I am currently an "Architect" at a tech company, which means I don't write a ton of code but I collaborate with teams that do on their designs, as well as work on standards across teams so their work can interoperate together better.
My steps to get here:
- age 6-12: Started out playing with computers for fun, and learned to program from a book
- age 12-16: Installed linux on my computer and learned it while forcing myself to use it for all my work
- age 16-18: Worked as an assistant to a local IT person
- age 18-21: Got a CS and EE degree from UCLA while working for the on-campus IT group, working with the Linux Users Group on campus to help other people install linux on devices, and working part time remotely for a dot com.
- Graduated right when the dot com bubble burst and took 6 months to find a job
- Worked for a wireless company as a "customer integration engineer", though because they never had any customers, ended up working on lots of teams who needed help, from build automation to performance tuning to frontend development
- Got a referral from a linux users group friend and worked doing motion control for movies. (Animatronics and CG)
- When the movie company went to shoot a movie, got a 'day job' for a web hosting company
- Ended up hopping back and forth between full and part time at both those jobs for years, finally spending 14 years in total at the hosting company and becoming CTO. This meant learning a ton about how to be a people manager and a technical leader instead of just a hands on engineer.
- Moved to an architecture role when the CTO role became more business-intense than I was passionate about
- Got acquired by a Much Larger Hosting Company and worked as a mini-startup inside it helping large companies move to AWS
- Moved to my current role
I am currently working as a customer success manager in a software company and my main responsibility is to work closely with our high-value clients to make sure all their team members know how to use our software, train them and make sure they have everything they need to successfully use our software.
This job is very focused on the customer and companies who buy the software, so you have a strong element of talking to many different people from different industries with different challenges, ideas and mindsets. This is also why I find this job so interesting as you can learn so many things and get insight into so many different companies and what they do.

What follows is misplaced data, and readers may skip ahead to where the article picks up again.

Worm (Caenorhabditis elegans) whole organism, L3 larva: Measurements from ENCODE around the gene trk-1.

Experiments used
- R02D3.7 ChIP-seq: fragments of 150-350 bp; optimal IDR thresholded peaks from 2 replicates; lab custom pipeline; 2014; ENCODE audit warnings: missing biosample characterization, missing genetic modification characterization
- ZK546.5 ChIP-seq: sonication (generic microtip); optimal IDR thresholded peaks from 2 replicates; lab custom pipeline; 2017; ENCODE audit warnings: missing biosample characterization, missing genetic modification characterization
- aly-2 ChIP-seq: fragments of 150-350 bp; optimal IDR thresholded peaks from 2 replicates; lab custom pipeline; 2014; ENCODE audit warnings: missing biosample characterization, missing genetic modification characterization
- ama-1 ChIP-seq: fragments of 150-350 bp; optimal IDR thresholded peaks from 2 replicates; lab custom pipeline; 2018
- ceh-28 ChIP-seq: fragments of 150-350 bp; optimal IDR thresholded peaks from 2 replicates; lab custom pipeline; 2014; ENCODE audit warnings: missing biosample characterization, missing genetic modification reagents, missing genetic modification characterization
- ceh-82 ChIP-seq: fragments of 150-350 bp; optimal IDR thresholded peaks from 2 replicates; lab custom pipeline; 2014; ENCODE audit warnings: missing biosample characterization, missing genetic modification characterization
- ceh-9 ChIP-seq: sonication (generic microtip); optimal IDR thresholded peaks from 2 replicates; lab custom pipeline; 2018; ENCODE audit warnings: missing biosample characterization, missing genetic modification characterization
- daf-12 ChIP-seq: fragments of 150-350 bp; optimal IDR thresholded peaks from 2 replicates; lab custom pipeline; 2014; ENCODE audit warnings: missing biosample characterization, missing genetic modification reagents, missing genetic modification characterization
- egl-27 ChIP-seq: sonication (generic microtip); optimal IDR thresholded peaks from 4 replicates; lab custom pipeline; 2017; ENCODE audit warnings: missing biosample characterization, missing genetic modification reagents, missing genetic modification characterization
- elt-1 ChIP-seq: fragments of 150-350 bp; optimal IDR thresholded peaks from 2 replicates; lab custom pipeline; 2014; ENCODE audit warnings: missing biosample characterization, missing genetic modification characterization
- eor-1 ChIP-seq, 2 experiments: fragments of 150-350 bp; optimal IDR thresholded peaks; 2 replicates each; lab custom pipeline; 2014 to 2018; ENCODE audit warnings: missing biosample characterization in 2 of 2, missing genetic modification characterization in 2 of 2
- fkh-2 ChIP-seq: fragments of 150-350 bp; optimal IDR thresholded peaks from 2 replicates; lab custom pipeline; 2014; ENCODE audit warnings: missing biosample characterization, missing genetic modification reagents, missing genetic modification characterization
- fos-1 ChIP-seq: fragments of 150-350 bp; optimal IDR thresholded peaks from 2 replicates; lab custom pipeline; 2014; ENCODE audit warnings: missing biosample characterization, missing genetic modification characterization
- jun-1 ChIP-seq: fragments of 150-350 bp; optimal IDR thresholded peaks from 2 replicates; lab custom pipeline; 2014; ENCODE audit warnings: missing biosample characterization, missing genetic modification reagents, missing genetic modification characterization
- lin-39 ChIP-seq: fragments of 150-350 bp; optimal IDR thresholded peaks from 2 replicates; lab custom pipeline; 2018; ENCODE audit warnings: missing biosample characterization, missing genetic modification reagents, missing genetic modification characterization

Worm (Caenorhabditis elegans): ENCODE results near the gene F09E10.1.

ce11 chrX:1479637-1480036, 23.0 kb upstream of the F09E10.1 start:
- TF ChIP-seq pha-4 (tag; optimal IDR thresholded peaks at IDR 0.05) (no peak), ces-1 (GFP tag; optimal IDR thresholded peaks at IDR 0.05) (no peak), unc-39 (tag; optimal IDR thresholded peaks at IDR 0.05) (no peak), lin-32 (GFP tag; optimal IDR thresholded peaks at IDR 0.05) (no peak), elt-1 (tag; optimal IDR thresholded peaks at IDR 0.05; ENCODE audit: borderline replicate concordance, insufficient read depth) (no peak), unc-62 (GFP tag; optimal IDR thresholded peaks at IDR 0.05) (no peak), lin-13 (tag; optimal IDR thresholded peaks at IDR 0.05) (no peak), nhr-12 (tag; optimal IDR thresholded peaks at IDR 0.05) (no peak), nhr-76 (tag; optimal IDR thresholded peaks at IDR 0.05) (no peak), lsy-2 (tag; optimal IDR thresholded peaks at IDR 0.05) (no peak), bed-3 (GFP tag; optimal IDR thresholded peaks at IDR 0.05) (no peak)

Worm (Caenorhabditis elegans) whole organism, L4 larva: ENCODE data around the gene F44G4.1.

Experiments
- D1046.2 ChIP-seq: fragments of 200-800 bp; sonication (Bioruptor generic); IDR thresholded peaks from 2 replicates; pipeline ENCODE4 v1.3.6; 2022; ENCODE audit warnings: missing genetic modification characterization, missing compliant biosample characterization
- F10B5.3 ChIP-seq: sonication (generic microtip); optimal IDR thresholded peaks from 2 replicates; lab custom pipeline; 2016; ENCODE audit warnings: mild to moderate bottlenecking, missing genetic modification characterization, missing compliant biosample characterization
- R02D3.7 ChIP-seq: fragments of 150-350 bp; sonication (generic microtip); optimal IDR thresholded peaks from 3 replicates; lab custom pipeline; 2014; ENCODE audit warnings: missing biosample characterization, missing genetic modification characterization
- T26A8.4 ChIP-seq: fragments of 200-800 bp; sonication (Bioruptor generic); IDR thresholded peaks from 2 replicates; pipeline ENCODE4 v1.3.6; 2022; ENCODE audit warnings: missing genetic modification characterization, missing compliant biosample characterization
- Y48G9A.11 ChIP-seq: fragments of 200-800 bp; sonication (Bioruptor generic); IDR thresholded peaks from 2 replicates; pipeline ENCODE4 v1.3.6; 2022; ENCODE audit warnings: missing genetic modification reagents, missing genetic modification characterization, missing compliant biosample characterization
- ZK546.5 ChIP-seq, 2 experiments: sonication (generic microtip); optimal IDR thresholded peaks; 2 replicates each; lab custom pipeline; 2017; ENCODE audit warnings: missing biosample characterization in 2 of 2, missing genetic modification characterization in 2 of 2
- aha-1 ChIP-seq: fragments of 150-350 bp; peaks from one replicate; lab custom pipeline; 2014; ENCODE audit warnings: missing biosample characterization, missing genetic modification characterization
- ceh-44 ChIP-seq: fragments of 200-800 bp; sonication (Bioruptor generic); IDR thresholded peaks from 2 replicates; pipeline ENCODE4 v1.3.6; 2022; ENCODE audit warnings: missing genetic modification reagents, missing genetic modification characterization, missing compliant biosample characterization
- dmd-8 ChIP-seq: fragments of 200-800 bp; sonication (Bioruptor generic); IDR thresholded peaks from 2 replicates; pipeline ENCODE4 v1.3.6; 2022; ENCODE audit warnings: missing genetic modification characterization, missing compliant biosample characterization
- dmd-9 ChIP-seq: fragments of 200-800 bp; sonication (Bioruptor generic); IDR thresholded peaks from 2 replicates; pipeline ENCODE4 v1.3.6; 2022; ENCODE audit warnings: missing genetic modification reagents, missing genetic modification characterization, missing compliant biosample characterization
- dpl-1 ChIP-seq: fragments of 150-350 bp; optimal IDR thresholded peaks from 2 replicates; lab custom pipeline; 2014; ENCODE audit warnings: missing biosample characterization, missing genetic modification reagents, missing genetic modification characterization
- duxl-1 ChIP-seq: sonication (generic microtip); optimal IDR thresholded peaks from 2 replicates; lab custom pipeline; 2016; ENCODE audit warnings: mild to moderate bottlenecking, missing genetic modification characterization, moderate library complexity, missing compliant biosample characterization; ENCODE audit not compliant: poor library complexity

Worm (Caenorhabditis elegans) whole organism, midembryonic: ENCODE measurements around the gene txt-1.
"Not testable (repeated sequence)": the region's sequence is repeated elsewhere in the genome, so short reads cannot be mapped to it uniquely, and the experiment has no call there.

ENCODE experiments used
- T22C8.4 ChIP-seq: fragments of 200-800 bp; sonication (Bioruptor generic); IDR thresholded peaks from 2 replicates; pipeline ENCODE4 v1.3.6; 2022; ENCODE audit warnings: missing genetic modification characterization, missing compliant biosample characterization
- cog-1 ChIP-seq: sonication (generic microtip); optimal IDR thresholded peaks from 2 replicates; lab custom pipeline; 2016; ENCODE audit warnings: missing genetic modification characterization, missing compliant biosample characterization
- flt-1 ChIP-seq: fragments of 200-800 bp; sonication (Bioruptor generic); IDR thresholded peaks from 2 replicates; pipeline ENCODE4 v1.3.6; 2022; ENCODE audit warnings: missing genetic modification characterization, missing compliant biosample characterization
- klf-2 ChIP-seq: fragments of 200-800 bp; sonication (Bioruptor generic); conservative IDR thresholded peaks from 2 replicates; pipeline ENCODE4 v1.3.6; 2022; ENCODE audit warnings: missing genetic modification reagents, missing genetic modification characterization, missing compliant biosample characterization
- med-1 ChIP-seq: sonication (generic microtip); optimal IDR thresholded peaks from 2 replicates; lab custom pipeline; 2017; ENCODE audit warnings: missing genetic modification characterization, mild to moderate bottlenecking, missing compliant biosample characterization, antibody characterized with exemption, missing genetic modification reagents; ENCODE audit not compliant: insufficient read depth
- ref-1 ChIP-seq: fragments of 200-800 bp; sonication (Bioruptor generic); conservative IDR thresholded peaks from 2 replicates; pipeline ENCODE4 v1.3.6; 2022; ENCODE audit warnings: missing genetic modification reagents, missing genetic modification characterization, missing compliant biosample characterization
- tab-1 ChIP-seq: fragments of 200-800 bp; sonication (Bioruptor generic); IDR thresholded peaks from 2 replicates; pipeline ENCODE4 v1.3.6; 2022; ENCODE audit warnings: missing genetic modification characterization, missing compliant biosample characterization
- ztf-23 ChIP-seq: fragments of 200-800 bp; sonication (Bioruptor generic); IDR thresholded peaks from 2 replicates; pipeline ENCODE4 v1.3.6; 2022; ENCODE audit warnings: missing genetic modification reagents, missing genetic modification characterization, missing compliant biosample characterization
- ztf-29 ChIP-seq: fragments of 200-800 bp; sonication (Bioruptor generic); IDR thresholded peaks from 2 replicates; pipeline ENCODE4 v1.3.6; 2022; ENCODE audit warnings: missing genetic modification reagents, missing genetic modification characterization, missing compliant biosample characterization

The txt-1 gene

I worked in sales positions before this role, so I was one of the people who spoke to potential new clients and sold them the software. I always liked to build new relationships over the phone and also in face-to-face meetings, so sales was a good choice for me. I moved into Customer Success to work more closely with the customer over a long time. I didn't complete a college degree after school, instead I did an apprenticeship in Germany as a software developer. That helped me to gain an understanding of how the software industry works, and is helping me to this day to understand what my customers are talking about when they explain their technical challenges and initiatives to us.
I hope that helps :) There are many different roles in the IT and it is a great diverse field. Good luck to you!
1. worked hard in high school making top grades
2. worked hard in college in a technical degree making top grades
3. worked hard in internships building my resume to get into medical school
4. worked hard in medical school making good grades. It was really hard.
5. worked many years in surgical residency at hospitals sharpening my skills lol
6. worked for a group of surgeons of which I was the youngest and needed to get experience
7. started a group of surgeons so we could run the business the way we wanted.
8 . had fun the entire way but worked very hard to get to the goal.
For example, I graduated college a 'people person' & everyone who knew me said "I'd end up in sales". They were not wrong, initially I ended up in Software Sales for a company selling Database Change Management Software/Tooling. However, after lots of introspection & pros/cons lists, I discovered sales is to polarising. I loved working with customers, and helping them evaluate my company's product, but I was not motivated by commissions & felt emotionally burned out when quota's reset every quarter. Discovering Solutions Consulting gave me 'the best of both worlds', as I am now a technical counterpart to the sales guy, not entirely 'hands-on-keyboard' as an active developer or site reliability engineer, but rather, almost like a translator between technical clients and the non/semi-technical sales executive I work with to close their deal.
Finding balance is the primary way I go about choosing what career moves I make. Balance requires lots of thought about what gets you out of bed in the morning, and what creates anxiety or friction in your daily life. Finding balance ensures you contribute your best work, are a pleasure to work with, and generally means people want to promote you!